Beware the Scope Creep! (and prevent it in 5 impactful steps)

May 06, 2021 | 1246 Views

Beware the Scope Creep! (and prevent it in 5 impactful steps)

Patrick Yearout, FMP, CHT

Director of Innovation, Recruiting, and Training | Ivar's & Kidd Valley Restaurants

Once upon a time, there lived a young and very handsome bridge builder (let’s call him Paddy). He was loved by those he had worked for because his bridges were well-designed, practical, and provided travelers with easy access to new lands and new opportunities. Even her majesty, the queen, was impressed and had asked Paddy to dine with her in the royal banquet hall on a few occasions.

But one day, as he was starting construction on his latest commission, Paddy was approached by a mischievous trickster, the scope creep, who loved to fill his unsuspecting victims’ heads with delusions of grandeur. For this charade, he was wearing fancy clothes, glittering jewelry, and the finest colognes, which created a seductive façade of wealth, power, and status.

The creep sauntered up to Paddy and asked about the project, and when told it would be a simple and straightforward bridge, he replied with a sly smile, “What a shame that you are thinking so small. It might be fine for now, but will it be big enough to handle everyone in the future as well? Also, does this trifle truly reflect your talents? It’s just an ordinary bridge, but it could be a grand testament to your immense creativity and knowledge. Shouldn’t it be spectacular and amazing and something for which you will always be remembered, and one that could lead you to greater wealth someday?”

Convinced by the trickster’s silver tongue and successful aura, as well as the idea of creating something that could really get him noticed, Paddy jettisoned his simpler ideas and began planning his most elaborate bridge yet. He took ideas and inspiration from all over the land to make sure this masterpiece could be everything to everybody.

When it was finished, about six months past when its original due date, all the nearby townsfolk came to see what had been constructed…and immediately hated it. Instead of building it across the narrowest point of the river, Paddy had selected the widest section, meaning the bridge was much longer (and more exhausting) than it needed to be. It contained many unnecessary flourishes, oddly-placed barriers, and confusing passageways, all of which made getting from one side to another practically impossible. To top it all off, the tremendous cost of construction had very nearly drained the village treasury. “Boo!” the townsfolk started yelling, and then began marking bad scores on their bridge evaluation forms.

bridge evaluation form

Does this tale sound familiar? Have you headed up a project that was derailed by a visit from the scope creep? If you’ve never heard the term before, it is defined as changes or additions to a project's agenda or goals after that project has already begun. This phenomenon can occur when the scope of a project is not well-defined or controlled by the manager, and it can lead to implementation delays, cost overruns, and an inferior end product.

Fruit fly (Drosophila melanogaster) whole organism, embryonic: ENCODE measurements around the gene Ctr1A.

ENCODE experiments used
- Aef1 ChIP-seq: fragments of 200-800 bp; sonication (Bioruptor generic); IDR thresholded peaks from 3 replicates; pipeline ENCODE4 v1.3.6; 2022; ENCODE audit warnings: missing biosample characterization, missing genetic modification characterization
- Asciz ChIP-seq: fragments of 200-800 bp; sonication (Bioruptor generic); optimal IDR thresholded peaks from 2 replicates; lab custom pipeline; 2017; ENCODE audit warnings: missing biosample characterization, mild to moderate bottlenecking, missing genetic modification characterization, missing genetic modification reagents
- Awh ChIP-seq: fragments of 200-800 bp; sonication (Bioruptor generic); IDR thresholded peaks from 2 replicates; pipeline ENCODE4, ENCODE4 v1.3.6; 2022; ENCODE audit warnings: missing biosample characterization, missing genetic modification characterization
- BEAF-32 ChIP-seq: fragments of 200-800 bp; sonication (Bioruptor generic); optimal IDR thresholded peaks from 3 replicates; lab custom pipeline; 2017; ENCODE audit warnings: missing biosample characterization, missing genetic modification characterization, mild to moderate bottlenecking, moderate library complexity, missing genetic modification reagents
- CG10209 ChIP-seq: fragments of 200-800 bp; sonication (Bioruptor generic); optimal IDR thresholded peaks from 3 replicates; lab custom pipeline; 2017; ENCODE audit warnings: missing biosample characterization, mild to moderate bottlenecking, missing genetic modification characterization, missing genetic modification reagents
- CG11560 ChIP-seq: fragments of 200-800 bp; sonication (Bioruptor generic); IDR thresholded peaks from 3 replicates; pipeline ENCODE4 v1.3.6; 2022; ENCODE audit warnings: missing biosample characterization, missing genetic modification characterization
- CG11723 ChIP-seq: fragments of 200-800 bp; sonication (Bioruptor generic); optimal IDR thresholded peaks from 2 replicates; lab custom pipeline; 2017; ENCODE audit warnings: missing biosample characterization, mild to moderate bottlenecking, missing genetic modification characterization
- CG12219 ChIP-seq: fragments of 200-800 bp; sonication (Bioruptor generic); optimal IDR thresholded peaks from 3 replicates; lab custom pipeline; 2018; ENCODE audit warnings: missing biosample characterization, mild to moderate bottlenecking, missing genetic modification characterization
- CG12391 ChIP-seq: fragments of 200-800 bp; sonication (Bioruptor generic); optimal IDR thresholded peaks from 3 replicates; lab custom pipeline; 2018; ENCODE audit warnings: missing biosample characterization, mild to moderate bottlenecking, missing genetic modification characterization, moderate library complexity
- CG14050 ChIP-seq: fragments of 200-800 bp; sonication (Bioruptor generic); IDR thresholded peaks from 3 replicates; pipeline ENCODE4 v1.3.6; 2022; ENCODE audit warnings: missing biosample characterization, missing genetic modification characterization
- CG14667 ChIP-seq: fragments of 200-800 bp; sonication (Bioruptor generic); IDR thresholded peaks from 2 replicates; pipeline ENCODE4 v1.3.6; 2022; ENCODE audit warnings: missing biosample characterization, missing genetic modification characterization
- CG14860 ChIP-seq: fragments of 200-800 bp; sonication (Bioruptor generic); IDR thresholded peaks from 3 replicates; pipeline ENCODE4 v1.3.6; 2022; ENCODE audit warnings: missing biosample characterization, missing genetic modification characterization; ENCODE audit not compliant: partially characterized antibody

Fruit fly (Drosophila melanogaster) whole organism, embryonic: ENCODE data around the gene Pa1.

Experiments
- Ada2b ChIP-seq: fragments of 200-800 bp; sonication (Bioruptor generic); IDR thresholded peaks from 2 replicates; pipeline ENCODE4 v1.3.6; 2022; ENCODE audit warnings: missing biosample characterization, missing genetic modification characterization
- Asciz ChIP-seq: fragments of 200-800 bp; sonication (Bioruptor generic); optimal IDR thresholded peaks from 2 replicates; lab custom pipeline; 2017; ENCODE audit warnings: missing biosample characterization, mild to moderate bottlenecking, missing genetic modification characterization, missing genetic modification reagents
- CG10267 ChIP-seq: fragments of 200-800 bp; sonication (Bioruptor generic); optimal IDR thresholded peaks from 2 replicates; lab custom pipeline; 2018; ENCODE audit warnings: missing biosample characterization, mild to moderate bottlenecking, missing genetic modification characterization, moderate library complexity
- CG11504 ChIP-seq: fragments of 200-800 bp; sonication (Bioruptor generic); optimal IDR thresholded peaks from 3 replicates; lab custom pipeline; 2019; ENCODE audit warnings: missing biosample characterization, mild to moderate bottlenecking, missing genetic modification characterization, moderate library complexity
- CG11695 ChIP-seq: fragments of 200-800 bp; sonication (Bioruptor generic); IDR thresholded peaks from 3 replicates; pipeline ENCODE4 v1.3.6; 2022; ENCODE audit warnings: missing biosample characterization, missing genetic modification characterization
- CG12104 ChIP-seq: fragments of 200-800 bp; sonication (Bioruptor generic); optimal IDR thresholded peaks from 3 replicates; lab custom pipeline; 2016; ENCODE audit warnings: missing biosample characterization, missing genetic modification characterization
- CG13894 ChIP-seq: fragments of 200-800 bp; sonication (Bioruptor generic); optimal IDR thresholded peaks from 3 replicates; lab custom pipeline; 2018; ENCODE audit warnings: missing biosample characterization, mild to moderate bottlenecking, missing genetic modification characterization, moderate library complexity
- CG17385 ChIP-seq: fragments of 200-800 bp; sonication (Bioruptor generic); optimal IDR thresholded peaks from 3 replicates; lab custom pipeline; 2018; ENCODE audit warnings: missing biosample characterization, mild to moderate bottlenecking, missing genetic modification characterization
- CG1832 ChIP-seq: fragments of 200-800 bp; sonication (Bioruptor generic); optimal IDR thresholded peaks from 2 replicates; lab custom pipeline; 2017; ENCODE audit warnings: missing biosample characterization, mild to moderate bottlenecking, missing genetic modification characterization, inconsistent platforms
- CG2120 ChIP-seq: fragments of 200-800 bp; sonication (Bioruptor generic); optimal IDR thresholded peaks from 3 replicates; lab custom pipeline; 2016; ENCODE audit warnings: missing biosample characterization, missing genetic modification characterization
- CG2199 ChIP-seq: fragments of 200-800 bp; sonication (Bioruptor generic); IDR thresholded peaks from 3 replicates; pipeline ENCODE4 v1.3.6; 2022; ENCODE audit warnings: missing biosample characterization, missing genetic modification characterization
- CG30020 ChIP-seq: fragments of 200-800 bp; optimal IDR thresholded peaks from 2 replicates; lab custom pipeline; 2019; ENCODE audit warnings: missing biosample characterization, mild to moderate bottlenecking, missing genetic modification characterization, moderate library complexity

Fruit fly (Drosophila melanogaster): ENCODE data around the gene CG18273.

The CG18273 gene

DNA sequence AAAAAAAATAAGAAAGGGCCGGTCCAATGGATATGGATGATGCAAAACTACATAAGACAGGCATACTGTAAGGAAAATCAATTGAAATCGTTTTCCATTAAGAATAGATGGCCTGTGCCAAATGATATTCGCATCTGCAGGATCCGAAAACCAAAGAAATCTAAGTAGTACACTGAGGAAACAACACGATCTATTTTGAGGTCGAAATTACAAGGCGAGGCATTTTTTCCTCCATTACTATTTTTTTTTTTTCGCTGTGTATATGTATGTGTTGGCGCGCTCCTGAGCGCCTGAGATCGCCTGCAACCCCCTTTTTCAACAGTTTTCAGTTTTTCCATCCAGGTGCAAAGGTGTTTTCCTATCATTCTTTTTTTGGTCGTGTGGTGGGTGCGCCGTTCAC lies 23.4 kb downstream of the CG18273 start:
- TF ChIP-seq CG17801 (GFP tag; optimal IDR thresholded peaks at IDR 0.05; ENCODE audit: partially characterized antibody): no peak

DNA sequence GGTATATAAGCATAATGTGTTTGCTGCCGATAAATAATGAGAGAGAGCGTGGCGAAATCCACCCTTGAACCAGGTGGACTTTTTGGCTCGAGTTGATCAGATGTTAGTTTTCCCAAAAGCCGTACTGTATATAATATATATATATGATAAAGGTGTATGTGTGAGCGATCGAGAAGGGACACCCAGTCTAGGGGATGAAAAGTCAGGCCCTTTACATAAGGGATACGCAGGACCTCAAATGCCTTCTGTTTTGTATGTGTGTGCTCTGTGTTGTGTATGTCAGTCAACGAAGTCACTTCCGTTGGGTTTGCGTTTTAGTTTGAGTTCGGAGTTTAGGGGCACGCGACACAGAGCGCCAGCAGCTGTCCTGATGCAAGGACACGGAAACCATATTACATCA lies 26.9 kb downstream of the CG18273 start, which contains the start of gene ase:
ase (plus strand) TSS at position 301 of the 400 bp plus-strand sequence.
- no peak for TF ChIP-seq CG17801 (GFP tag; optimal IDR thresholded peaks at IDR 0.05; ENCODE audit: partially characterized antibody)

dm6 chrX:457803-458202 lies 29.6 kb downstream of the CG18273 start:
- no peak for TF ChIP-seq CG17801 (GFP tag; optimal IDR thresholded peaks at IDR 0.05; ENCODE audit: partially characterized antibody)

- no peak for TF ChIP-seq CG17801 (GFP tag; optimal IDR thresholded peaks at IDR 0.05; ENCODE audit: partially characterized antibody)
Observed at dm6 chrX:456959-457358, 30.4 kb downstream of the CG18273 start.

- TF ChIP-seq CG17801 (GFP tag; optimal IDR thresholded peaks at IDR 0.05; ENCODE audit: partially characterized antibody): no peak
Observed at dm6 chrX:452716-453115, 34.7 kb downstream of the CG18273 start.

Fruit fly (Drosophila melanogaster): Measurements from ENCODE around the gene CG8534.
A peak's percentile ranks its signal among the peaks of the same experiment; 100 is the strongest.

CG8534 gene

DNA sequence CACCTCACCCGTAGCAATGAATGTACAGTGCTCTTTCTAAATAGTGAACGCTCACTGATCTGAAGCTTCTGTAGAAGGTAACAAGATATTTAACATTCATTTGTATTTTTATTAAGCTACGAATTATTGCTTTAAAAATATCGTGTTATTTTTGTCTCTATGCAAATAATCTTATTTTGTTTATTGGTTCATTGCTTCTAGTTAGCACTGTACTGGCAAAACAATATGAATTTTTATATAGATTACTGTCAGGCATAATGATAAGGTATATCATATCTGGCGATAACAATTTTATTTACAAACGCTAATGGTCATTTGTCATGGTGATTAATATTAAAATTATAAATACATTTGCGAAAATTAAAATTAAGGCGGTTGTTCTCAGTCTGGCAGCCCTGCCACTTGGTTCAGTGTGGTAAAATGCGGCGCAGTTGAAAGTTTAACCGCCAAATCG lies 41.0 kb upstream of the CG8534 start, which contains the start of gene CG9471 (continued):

Regardless of whether the project is related to training (designing a learning course, choosing an LMS vendor, etc.) or for operations, avoiding scope creep can save you a lot of headaches down the road. Here are my 5 suggestions for any project manager to better handle it:

1. Kick things off right

Start by assembling everyone that will be contributing to the project, as well as the client you’re doing the work for, at a kickoff meeting. Allow enough time for everyone to get to know one another, discuss the project, and start establishing the outcomes desired.

2. Define and document your scope

You will want to make sure everyone on the team is crystal clear on the expectations from the outset, and of course, get the client (and usually your boss as well) to sign off on the project. The project manager will need to publish and distribute the budget, timelines, deliverables, and who will be in charge of which assignments to all the relevant parties.

3. Communicate frequently

Once the project is underway, the person-in-charge should keep open lines of communication with the team and the client on how everything is progressing. This doesn’t necessarily mean more meetings each week, but rather it could be in via a brief email or through an online project management service.

4. Don’t be afraid to say no

This step is probably the toughest for some managers. When someone on the team offers a new idea or your client has a request which won’t add any value to the project (or worse, depletes the value), the manager needs to be OK with saying no. You won’t be considered the villain if you rationally state your case and explain why the changes should not be introduced at that juncture. If the client insists that you make the change regardless of your reasons, then you should accept the request, but not before ensuring the client is fully aware of how it will affect the timeline and budget.

5. Don’t be afraid to say yes, either

Following step #4 doesn’t mean you ALWAYS have to say no. As long as the change will add value, the client agrees to the changes, and it’s driven by the right motivations (and remember, assuaging your ego is never one of the right reasons), then changing the scope can be acceptable.

Avoiding the dreaded scope creep can be quite hard for any project manager; he can be quite devious and tempting, and sometimes he tricks you into seeing things his way without you even realizing it. It takes a lot of discipline and experience to build up an immunity to his wiles, but doing so will help your department and your company be more successful in the long run.

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